useful addition for anyone looking to find out more information about the parish’s footpath network.
Stewkley Walkers are looking forward to playing their part in the planned weekend of activities for the
Queen’s Jubilee and will be offering a walk on village footpaths on the morning of Friday June 3 – all
are welcome to join this walk.

New members are always welcome – the group aims to offer a walk each week, and these take place
both in the parish and further afield, at an average distance of between three and five miles.
Details are published each month in the Stewkley Grapevine, and visitors are welcome to join us on
any walk, which will hopefully provide good exercise and health benefits as part of a friendly and
welcoming group.

Grapevine – Andy
This is the first report from Grapevine for a few years so whilst attempting to keep things brief, I will
cover things from the pandemic onwards.

Rachael Webb stood down as team leader early in 2020 and then just after I took over the role of
editor we were heading into lockdown pt1. This was a challenge for the team as when it was
announced we were finalising the issue ready for print, but were getting a number of calls and emails
to advise that yet another forthcoming event had to be postponed or cancelled.

On pages 2 and 3 of the April 2020 issue the word ‘cancelled’ appeared 41 times. Sufficient content
was found to complete the issue as we started to contemplate the real prospect that the following
month could see the withdrawal of all the adverts which pay for the cost of producing the magazine.

Fortunately, only a handful of people withdrew, meaning we could continue and over the last 2 years
advertising has remained steady, with the usual few losses being replaced by new advertisers. During
the pandemic the pages were filled with a variety of different content from peoples memoirs of past
residents and life in the village, to fitness advice, quizzes and cooking suggestions.

Grapevine never dropped below 20 pages of content with around 6 pages of adverts. The savings in
production costs has enabled us to make occasional donations to not for profit organisations in the
village and we are pleased to also be able to contribute toward the Queens Platinum Jubilee events.

As a small number of events started to take place in 2021 we were able to return to the more normal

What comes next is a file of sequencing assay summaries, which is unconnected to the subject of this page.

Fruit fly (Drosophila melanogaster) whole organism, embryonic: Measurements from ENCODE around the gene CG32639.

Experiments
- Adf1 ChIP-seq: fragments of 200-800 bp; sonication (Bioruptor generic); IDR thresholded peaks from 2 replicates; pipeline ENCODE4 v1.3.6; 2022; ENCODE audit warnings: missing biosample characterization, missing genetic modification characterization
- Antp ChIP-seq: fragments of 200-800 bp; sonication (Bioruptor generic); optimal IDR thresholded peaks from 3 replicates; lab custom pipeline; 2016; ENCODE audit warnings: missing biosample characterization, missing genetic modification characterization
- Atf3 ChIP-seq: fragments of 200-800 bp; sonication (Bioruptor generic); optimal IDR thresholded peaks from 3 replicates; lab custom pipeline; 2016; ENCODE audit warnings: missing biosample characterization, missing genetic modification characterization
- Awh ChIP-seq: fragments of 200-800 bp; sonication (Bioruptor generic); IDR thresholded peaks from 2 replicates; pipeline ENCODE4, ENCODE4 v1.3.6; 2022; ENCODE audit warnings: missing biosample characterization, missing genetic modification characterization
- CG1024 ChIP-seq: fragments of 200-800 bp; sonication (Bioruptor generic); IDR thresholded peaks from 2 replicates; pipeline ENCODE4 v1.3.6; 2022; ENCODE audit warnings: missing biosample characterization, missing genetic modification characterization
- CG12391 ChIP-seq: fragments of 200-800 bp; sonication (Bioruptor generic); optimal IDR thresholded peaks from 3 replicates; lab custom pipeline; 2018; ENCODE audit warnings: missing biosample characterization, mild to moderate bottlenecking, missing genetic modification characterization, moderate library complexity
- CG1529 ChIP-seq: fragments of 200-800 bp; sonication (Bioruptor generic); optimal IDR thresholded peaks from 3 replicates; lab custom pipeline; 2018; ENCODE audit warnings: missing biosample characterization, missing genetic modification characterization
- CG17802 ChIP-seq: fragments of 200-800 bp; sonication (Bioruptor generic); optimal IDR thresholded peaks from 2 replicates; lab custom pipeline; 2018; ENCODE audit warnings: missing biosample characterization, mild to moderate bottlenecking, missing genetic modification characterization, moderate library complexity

format of reporting on activity in the village and give information on upcoming events. Our efforts are
only worthwhile because there is a loyal band of 20 regular deliverers who like it or not, poke the Grapevine through your letterbox 11 times a year.

During the pandemic the deliverers were all supplied with gloves to meet the ever changing advice on
how to not catch ‘the bug’ and given the option to opt out of delivering should they wish to do so.
Some needed to stop as they were self-isolating, while others had to withdraw to take on the role of
carer for a family member. The vacant slots for deliverers were immediately filled with other

There was no disruption in the delivery process and we received thanks from a number of people for
continuing to deliver Grapevine and keep them in touch with the village life from which we had all
become isolated.

Looking ahead, we have had to find a new way to deal with obituaries following John Flewin’s
retirement from the role. We will unfortunately be losing the Thorogoods as they retire from the role
of packers, and we are also working on a way to relieve the Smiths from delivering to the deliverers,
which they would like to retire from.

As the size of the village expands, with the first houses in St Michael’s Park already occupied, so to
must the Grapevine increase its print run, which we have already increased by 5% to 920 copies per
month. We will also need to find a deliverer for the new houses.

We are now back to 24 pages monthly with around 8 pages of adverts, and to go alongside the subtle
changes made over the last couple of years, such as a more modern typeface and occasional colour
highlight, we are working on some new ideas for content.
And as it returns to being a thriving and very active village, the Grapevine team look forward to keeping
you all informed about the past, present and future of life in Stewkley.

Brownies – Sally Shefferd
After more than a year of email newsletters and Zoom meetings, the Brownie Leaders were delighted
to meet face to face with the Brownies at the Airport Memorial Spinney in Dunton Road last Summer.

Thanks to the hard work of Tim and Pauline Knowler and the Parish Council, the area was in excellent
condition so the girls were able to explore the petals. Over the Summer, the girls were able to learn
the names of wildflowers, make natural sculptures, build dens from fallen wood and learn to light fires.

The only downside occasionally was the weather.
It was at this time we were pleased to meet Amanda who was interested in becoming a leader and